Stockwell v. State, S

CourtUnited States State Supreme Court of Wisconsin
Writing for the CourtHANLEY
Citation59 Wis.2d 21,207 N.W.2d 883
PartiesWilliam STOCKWELL, Plaintiff in Error, v. STATE of Wisconsin, Defendant in Error. tate 152.
Docket NumberNo. S,S
Decision Date05 June 1973

Howard B. Eisenberg, State Public Defender, Madison, for plaintiff in error.

Robert W. Warren, Atty. Gen., Steven B. Wickland, Asst. Atty. Gen., Madison, for defendant in error.

HANLEY, Justice.

Two issues are presented on this appeal:

1. Is there sufficient credible evidence in the record to sustain a conviction for being a party to a masked armed robbery; and

2. Was the seventeen year sentence imposed by the trial court an abuse of its discretion?

Sufficiency of Evidence

Defendant's first contention is that there was insufficient evidence presented at his trial for a jury to find him guilty of aiding and abetting in the commission of the armed robbery. On appeal, the test for determining the sufficiency of the evidence which was set forth in Bautista v. State (1971), 53 Wis.2d 218, 223, 191 N.W.2d 725, and has been restated most recently in Bowden v. State (1973), 57 Wis.2d 494, 495, 204 N.W.2d 464, 465, which is as follows:

"Several rules applied in appellate review of the sufficiency of the evidence in criminal cases have been stated so frequently in our late cases that they need no citation of authority to support them. The burden of proof is upon the state to prove every essential element of the crime charged beyond a reasonable doubt. The test is not whether this court or any of the members thereof are convinced beyond a reasonable doubt, but whether this court can conclude the trier of facts could, acting reasonably, be so convinced by evidence it had a right to believe and accept as true. A criminal conviction can stand based in whole or in part upon circumstantial evidence. The credibility of the witnesses and the weight of the evidence is for the trier of fact. In reviewing the evidence to challenge a finding of fact, we view the evidence in the light most favorable to the finding. Reasonable inferences drawn from the evidence can support a finding of fact and, if more than one reasonable inference can be drawn from the evidence, the inference which supports the finding is the one that must be adopted. Our review of the record in response to a challenge to the sufficiency of the evidence is so limited by these rules."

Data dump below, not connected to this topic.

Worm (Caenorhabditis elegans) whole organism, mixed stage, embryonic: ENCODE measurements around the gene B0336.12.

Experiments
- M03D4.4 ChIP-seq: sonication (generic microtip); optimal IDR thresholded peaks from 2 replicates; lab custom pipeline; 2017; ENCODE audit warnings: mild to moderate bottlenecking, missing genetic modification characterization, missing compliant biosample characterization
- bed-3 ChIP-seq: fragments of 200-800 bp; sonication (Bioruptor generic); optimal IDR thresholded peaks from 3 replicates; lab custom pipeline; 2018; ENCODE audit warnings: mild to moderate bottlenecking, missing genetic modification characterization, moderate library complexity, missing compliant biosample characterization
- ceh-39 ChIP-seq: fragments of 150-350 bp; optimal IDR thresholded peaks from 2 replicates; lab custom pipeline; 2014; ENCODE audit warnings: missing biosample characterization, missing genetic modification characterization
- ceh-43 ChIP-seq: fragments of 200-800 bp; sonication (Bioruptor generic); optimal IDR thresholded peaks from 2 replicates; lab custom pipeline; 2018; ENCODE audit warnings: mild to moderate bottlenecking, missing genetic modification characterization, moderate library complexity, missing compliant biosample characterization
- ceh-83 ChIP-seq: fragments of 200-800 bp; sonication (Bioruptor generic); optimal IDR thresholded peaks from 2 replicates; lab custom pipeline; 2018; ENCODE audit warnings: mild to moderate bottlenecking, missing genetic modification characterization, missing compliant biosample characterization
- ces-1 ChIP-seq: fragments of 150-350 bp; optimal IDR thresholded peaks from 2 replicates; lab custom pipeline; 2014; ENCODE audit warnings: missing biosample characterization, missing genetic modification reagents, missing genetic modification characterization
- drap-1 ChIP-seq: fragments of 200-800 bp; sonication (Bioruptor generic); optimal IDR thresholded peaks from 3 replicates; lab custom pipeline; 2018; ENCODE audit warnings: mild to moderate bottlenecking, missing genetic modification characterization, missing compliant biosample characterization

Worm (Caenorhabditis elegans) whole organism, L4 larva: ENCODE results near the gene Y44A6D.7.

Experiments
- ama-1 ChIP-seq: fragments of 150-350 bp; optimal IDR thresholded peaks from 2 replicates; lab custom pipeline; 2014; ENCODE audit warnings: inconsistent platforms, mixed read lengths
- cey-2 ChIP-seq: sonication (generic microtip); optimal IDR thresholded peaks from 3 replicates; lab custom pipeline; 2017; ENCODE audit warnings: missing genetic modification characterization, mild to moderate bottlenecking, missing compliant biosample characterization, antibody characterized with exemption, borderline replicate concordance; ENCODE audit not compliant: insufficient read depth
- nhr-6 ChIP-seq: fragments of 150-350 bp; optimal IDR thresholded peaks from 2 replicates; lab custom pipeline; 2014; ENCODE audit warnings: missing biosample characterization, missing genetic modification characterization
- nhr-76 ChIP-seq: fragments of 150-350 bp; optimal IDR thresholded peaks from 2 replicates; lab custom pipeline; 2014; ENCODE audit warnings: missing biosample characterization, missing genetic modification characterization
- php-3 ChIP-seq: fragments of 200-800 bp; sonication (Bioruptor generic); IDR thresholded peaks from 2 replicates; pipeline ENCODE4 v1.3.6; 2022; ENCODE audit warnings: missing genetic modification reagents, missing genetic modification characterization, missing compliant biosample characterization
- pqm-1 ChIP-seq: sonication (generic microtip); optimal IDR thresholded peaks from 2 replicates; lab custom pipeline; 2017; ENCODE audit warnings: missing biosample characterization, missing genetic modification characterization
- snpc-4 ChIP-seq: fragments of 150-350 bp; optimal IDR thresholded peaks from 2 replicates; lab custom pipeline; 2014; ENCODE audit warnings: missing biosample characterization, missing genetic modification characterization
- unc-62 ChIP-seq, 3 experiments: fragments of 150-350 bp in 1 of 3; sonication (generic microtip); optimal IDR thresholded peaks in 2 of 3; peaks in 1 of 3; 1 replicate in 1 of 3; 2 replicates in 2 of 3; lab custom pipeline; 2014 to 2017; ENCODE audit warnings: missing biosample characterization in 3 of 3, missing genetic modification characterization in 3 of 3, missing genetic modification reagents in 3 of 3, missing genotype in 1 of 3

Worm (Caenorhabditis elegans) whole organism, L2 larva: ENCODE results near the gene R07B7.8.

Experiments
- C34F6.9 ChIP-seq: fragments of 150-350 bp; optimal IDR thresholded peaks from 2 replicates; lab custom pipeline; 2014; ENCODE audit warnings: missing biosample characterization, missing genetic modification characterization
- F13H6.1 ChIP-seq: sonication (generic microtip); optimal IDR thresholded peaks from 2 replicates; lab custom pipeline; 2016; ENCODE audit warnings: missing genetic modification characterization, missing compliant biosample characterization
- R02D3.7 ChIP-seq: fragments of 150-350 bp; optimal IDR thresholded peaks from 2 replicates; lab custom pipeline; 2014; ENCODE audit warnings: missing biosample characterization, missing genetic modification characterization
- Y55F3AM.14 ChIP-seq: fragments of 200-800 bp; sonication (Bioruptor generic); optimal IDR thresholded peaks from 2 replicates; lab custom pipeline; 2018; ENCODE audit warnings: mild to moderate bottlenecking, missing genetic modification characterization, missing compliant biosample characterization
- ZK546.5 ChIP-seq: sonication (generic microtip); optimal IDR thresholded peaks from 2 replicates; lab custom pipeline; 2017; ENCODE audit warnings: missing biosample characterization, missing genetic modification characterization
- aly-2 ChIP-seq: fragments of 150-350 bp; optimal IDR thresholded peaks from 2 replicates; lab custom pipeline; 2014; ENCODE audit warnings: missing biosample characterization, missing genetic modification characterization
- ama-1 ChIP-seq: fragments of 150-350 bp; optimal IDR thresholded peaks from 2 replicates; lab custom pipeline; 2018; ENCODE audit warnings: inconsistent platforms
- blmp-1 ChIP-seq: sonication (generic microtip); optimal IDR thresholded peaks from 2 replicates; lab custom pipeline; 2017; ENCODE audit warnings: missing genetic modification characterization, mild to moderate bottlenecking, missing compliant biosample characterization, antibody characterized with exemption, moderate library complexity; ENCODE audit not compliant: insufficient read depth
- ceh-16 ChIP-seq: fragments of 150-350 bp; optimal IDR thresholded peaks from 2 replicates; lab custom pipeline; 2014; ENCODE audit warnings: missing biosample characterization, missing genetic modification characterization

Quoting from State v. Nutley (1964), 24 Wis.2d 527, 554, 555, 129 N.W.2d 155, this court in Taylor v. State (1972), 55 Wis.2d 168, at page 177, 197 N.W.2d 805, at page 809, reviewed the requirements for conviction of being a party to a crime under sec. 939.05, Stats. 1

". . . Under the complicity theory of sec. 939.05(2)(b), a person is liable for the substantive crime committed by another if (1) he undertakes conduct (either verbal or overt action) which as a matter of objective fact aids another person in the execution of a crime, and further if (2) he consciously desires, or 'intends' that his conduct will yield such assistance. He must consciously direct his conduct toward the realization of the criminal objective. He must have a 'stake-in-the-outcome.'

"However, it is not necessary that the aider and abettor enter into an agreement with the perpetrator to assist him in consummation of the crime. Nor is it necessary that the perpetrator be aware of the accomplice's efforts, in order to hold the accompanies liable for the substantive crime . . ."